This is particularly true for Digital Betacam and Betacam SX VCRS that are in robots and in use night and day: we don’t wait until the appliance has a problem before we intervene. We know that certain parts will fail at a certain time, either from experience or from the manufacturers recommendations. This is why I change the video heads of the appliances used in the Flexicarts approximately every two years, which corresponds to about 3,000 hours of use.

 

PACKED: So the maintenance and replacement of parts is based on estimation? It is preventive maintenance?

Michel Gouley: Yes, and for the simple reason that if we wait for the equipment to break down, we take the risk of a faulty appliance damaging a tape and that is not an option. For the INA, the value of the material is much greater than that of a spare part, whatever it is. The INA is not a museum for video equipment: all the appliances here have one and the same function, to save the material in the best possible way, without putting the tape on which it is recorded at risk.

In addition, the digital appliances are also equipped with compensation systems that process data to correct errors. As a consequence, we don’t see the defects and problems coming: from one day to the next we go beyond the limits of the correcting system without any warning clues during playback. On analog machines however, we see the problem appear before getting worse, and we can avoid it more easily.

 

PACKED: How do you find spare parts and components?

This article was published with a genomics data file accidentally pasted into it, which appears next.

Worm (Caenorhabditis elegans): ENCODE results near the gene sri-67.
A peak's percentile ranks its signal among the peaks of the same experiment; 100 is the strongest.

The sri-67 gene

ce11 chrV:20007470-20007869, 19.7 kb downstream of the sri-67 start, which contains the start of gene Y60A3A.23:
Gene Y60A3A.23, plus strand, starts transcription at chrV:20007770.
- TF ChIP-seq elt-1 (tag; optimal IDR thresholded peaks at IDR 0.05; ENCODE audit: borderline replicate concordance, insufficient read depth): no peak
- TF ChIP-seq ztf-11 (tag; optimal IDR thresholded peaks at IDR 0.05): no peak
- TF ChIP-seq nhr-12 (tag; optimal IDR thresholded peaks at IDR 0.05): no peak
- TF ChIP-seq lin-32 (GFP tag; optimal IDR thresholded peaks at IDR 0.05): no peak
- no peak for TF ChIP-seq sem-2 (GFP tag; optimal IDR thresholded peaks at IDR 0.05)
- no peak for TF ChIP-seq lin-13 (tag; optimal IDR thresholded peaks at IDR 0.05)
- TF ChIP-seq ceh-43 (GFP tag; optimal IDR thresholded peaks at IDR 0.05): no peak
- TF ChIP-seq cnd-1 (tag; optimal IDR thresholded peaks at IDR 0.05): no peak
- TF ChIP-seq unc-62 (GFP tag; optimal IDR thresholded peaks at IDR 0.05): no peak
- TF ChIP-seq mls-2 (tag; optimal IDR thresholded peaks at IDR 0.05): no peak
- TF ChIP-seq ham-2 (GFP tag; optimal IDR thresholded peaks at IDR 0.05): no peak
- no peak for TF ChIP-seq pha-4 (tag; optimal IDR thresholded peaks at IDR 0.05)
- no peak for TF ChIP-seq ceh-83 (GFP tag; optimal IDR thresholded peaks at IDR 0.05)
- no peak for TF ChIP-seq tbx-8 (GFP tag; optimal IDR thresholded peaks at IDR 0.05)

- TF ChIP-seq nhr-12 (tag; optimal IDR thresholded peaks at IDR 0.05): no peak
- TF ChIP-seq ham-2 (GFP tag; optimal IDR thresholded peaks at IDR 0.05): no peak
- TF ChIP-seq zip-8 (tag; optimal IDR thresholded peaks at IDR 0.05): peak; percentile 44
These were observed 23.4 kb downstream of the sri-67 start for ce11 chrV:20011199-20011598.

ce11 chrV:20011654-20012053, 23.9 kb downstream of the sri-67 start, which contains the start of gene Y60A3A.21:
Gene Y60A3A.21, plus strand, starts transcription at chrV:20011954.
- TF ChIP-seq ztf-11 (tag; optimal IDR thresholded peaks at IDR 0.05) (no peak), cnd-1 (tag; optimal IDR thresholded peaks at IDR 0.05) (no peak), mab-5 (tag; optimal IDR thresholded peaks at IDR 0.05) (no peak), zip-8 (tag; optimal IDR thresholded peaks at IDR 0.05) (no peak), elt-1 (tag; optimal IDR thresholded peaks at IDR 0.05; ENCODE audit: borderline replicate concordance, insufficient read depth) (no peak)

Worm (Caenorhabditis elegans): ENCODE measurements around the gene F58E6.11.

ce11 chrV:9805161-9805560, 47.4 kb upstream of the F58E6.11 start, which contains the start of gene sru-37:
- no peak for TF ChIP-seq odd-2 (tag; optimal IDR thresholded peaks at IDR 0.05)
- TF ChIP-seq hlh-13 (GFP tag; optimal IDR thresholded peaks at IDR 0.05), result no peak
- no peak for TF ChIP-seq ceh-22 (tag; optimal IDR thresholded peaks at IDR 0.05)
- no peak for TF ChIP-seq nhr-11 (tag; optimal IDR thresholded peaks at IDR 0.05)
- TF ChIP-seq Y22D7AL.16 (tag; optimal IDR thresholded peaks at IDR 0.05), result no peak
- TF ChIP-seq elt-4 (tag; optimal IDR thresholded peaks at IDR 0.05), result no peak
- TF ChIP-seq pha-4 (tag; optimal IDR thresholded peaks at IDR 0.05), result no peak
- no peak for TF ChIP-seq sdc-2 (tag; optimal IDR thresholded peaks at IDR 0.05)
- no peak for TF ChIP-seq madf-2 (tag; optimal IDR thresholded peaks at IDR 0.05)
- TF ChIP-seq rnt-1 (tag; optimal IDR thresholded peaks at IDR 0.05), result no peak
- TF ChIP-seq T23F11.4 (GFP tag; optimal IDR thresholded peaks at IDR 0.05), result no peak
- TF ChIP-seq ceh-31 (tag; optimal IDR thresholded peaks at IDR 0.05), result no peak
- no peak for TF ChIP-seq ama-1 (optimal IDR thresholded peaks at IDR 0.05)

Michel Gouley: SONY has a European centre for spare parts in Belgium26, as stock is not taxed in Belgium. However, we can no longer find video heads for the old appliances such as Umatic VCRs. There are certain companies, mainly in England or the USA, that remould video heads; we just send them the drum and they put on new video heads. But this is not an ideal solution, in that the drum is often worn or scratched and its characteristics are no longer really optimal.

 

PACKED: Is a metal drum really all that fragile?

Michel Gouley: The diameter of a drum can lose between 10 and 15-20 microns27, and that is enough to modify the settings of the video player. The tape has the same effect as sandpaper wherever it runs through the video player’s mechanics. Even if on a metal part the wear is minute, the permanent friction of the tape is enough to have consequences, as the dimensions are very precise. Also, a worn component will distort the tape.

 

PACKED: So you have a large stock of spare parts?

Michel Gouley: Most of the time, I have stock left but I also have wrecks from which I take whatever I am missing: to sum it up I “undress Peter to dress Jack”. For obsolete appliances, this is how we proceed; we salvage the wrecks. But this is already a problem for more recent formats such as Digital Betacam. Sony has decided to end production of the spare parts for this equipment, which is an awkward situation as it is the reference format for the INA’s archives. As they stopped selling these video players seven years ago they can legally stop production of the components. We are already giving thought to the stock we will need.